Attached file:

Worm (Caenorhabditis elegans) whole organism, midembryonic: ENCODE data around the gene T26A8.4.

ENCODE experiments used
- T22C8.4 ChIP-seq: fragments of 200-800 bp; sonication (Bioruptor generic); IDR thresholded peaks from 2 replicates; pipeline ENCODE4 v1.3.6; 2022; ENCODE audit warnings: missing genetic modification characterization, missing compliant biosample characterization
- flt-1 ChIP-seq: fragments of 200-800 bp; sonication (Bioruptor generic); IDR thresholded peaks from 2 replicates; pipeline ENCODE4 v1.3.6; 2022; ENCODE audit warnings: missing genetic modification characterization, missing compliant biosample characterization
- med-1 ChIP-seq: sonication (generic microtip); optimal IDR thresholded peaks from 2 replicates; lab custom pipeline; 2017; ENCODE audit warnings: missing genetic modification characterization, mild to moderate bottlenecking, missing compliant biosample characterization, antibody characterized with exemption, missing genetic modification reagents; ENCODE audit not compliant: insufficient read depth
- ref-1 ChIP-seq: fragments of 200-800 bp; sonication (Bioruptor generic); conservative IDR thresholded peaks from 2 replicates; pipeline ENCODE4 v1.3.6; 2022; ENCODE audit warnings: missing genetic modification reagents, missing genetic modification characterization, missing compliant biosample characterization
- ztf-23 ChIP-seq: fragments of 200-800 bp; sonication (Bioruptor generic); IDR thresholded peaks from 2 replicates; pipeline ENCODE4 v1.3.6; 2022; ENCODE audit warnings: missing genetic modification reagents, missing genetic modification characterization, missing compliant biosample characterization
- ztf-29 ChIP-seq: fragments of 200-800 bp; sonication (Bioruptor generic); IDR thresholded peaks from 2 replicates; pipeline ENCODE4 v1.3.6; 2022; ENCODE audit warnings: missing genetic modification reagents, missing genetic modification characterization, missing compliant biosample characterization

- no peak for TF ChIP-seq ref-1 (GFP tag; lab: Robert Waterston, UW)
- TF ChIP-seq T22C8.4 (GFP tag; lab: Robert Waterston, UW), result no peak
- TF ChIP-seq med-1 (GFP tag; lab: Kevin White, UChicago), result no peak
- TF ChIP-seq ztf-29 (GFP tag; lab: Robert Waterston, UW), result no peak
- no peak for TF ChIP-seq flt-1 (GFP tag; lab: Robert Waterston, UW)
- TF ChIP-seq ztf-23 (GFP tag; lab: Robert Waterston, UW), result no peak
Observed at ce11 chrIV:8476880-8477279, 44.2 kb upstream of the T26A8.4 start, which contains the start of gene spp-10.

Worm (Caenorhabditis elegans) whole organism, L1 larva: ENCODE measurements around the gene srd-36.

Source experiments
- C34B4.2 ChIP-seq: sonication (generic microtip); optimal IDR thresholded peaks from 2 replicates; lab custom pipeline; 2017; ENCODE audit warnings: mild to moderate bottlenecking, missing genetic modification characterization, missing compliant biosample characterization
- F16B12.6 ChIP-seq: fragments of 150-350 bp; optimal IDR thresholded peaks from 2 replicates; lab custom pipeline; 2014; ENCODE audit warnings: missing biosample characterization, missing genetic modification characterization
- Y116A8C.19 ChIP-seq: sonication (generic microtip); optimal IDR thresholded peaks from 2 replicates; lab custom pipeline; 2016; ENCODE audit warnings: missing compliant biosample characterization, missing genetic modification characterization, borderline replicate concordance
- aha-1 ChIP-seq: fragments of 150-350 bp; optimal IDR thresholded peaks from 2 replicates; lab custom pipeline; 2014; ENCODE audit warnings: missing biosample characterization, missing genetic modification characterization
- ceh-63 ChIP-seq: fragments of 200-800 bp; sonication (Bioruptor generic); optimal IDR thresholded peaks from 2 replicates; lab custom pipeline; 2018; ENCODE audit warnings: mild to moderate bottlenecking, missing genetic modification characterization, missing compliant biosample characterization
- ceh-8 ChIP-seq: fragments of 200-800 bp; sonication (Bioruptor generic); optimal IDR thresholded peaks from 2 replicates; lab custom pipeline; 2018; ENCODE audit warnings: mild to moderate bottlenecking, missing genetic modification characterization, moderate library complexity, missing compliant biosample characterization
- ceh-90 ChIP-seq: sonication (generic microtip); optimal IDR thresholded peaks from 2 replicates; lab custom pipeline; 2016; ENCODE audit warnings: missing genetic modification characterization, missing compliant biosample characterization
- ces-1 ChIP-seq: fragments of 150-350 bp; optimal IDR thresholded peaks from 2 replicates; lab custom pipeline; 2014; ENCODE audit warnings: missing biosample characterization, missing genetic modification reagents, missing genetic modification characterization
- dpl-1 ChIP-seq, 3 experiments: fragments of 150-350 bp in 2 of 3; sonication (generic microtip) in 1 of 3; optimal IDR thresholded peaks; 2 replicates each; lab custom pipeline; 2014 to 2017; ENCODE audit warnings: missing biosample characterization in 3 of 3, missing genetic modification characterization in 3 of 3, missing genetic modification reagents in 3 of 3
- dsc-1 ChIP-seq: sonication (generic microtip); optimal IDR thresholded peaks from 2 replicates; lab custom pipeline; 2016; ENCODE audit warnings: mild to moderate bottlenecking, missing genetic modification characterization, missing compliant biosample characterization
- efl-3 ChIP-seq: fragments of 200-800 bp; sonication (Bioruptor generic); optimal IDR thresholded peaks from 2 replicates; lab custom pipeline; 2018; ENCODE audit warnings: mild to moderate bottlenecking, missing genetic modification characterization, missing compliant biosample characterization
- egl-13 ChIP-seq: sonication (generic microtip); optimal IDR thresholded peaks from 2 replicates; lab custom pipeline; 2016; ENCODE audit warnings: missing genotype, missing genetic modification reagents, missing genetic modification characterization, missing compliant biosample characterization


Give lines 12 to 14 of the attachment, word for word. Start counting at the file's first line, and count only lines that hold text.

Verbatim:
- TF ChIP-seq ztf-29 (GFP tag; lab: Robert Waterston, UW), result no peak
- no peak for TF ChIP-seq flt-1 (GFP tag; lab: Robert Waterston, UW)
- TF ChIP-seq ztf-23 (GFP tag; lab: Robert Waterston, UW), result no peak